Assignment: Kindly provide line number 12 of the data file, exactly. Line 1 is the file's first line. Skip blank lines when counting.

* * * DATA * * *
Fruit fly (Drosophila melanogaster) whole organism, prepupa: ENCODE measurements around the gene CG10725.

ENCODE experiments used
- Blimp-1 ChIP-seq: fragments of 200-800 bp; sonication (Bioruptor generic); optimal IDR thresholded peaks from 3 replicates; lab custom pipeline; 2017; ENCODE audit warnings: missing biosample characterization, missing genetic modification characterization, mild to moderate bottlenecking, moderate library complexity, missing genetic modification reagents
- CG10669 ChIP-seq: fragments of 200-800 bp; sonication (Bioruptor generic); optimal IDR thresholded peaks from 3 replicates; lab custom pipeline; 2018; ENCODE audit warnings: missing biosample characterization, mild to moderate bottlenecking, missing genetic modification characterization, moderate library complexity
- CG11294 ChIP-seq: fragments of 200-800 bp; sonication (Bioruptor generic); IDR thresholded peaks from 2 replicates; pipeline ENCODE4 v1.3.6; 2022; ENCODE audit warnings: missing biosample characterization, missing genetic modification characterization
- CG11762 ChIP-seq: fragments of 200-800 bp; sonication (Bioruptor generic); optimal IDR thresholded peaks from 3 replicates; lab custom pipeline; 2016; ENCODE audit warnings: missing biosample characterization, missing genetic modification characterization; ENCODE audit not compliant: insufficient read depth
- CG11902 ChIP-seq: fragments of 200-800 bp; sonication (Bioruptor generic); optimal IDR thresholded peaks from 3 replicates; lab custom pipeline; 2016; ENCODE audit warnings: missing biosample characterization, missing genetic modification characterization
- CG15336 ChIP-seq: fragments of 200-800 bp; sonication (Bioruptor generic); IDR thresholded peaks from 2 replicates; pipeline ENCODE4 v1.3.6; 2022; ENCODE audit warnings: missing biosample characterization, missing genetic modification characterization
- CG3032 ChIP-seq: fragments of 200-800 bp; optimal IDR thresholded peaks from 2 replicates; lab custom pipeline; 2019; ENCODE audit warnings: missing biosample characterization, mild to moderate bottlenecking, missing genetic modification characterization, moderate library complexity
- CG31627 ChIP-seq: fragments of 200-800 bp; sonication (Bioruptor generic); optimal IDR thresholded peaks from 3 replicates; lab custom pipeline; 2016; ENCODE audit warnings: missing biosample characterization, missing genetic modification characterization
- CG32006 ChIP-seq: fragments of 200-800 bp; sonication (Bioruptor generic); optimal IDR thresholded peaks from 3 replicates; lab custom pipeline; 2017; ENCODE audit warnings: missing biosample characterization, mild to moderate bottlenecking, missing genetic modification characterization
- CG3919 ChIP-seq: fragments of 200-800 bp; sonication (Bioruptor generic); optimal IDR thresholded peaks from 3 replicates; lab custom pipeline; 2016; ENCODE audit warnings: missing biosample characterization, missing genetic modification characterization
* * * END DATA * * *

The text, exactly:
- CG3919 ChIP-seq: fragments of 200-800 bp; sonication (Bioruptor generic); optimal IDR thresholded peaks from 3 replicates; lab custom pipeline; 2016; ENCODE audit warnings: missing biosample characterization, missing genetic modification characterization